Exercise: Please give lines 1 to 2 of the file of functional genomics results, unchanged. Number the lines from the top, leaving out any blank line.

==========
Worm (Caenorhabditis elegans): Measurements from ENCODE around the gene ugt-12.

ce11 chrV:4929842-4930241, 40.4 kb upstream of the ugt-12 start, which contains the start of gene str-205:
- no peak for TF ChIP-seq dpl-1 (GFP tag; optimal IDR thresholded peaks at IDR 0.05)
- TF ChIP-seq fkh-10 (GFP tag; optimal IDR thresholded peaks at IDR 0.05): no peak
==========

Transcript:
Worm (Caenorhabditis elegans): Measurements from ENCODE around the gene ugt-12.

ce11 chrV:4929842-4930241, 40.4 kb upstream of the ugt-12 start, which contains the start of gene str-205: